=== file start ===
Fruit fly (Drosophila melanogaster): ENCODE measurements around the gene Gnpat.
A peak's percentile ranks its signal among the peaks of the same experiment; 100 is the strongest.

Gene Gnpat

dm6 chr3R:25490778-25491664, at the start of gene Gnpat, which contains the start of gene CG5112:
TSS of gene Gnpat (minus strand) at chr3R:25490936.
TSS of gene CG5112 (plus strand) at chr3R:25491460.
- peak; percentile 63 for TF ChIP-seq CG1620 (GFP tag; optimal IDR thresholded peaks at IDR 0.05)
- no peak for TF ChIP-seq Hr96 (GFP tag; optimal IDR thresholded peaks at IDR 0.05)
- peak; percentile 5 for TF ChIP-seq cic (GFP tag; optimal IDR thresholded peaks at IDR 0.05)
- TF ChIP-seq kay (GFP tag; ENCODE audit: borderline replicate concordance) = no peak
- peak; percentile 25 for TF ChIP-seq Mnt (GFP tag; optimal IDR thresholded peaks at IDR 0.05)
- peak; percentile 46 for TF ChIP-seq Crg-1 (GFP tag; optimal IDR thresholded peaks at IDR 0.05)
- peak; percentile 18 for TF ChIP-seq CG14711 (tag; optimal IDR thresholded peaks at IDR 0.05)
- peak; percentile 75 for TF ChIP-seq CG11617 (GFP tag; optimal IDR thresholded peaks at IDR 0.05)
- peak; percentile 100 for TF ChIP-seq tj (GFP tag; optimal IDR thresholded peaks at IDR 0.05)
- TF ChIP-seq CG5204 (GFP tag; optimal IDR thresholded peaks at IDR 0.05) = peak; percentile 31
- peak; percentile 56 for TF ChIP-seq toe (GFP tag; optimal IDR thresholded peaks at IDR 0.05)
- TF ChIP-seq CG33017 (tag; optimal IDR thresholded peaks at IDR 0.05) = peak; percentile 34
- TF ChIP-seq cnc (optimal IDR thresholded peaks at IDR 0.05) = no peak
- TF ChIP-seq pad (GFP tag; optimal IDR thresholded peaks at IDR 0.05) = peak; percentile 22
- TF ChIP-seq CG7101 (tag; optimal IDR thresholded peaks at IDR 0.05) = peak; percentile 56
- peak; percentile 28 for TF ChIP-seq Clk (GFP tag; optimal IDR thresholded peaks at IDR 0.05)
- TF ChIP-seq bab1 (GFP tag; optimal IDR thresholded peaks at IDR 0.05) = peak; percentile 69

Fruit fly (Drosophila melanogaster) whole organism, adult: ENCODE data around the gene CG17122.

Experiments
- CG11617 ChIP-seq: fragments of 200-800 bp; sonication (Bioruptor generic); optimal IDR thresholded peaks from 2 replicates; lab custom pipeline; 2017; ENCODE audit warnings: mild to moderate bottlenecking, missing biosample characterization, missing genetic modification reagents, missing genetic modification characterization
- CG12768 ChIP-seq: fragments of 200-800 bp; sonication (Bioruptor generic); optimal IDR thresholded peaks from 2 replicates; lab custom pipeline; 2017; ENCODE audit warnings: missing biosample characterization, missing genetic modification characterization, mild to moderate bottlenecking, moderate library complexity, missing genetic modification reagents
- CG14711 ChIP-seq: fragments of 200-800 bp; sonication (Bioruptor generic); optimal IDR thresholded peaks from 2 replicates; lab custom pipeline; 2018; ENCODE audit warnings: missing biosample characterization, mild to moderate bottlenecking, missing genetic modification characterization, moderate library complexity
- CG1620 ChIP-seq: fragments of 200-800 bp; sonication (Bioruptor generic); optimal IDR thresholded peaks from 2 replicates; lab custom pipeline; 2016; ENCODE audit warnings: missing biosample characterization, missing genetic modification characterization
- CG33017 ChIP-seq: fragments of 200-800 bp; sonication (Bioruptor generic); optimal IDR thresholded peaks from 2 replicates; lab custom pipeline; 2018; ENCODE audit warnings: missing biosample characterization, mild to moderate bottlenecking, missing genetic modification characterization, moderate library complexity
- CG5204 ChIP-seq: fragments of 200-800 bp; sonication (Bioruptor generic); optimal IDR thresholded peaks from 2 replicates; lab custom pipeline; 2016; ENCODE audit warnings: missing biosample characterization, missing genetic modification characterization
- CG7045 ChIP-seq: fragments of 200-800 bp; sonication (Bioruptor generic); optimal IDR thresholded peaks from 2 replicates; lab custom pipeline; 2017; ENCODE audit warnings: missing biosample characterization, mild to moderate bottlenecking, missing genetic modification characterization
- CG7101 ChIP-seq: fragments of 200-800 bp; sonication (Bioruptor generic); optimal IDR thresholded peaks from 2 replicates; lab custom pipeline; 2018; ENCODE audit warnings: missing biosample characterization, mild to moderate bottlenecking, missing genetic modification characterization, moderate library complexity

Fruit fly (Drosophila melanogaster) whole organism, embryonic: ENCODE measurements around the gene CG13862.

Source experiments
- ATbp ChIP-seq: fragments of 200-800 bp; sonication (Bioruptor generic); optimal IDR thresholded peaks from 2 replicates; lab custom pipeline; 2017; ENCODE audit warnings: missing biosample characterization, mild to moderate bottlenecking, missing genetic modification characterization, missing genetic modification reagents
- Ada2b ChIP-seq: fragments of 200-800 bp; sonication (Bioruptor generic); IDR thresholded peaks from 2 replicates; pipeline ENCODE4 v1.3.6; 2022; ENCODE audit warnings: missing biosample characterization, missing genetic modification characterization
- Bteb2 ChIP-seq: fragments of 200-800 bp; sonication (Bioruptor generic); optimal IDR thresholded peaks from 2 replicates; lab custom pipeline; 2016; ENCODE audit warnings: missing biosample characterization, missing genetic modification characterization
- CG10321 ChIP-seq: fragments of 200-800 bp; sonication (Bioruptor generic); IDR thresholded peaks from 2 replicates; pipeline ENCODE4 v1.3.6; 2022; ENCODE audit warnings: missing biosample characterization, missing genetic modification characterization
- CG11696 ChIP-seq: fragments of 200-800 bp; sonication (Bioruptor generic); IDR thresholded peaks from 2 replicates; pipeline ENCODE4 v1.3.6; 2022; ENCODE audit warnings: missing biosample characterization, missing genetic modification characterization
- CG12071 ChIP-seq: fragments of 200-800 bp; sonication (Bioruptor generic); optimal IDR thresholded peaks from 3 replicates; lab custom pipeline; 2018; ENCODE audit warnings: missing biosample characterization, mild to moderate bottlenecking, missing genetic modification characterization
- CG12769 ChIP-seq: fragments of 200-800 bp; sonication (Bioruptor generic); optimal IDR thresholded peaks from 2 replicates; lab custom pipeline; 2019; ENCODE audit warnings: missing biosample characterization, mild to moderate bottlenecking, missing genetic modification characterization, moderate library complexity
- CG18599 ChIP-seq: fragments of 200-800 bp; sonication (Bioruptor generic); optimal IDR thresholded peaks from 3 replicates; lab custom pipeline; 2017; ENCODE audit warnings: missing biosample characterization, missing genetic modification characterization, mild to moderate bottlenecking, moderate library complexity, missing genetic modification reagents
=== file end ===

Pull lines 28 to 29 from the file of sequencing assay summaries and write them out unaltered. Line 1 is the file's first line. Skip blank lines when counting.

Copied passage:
- CG14711 ChIP-seq: fragments of 200-800 bp; sonication (Bioruptor generic); optimal IDR thresholded peaks from 2 replicates; lab custom pipeline; 2018; ENCODE audit warnings: missing biosample characterization, mild to moderate bottlenecking, missing genetic modification characterization, moderate library complexity
- CG1620 ChIP-seq: fragments of 200-800 bp; sonication (Bioruptor generic); optimal IDR thresholded peaks from 2 replicates; lab custom pipeline; 2016; ENCODE audit warnings: missing biosample characterization, missing genetic modification characterization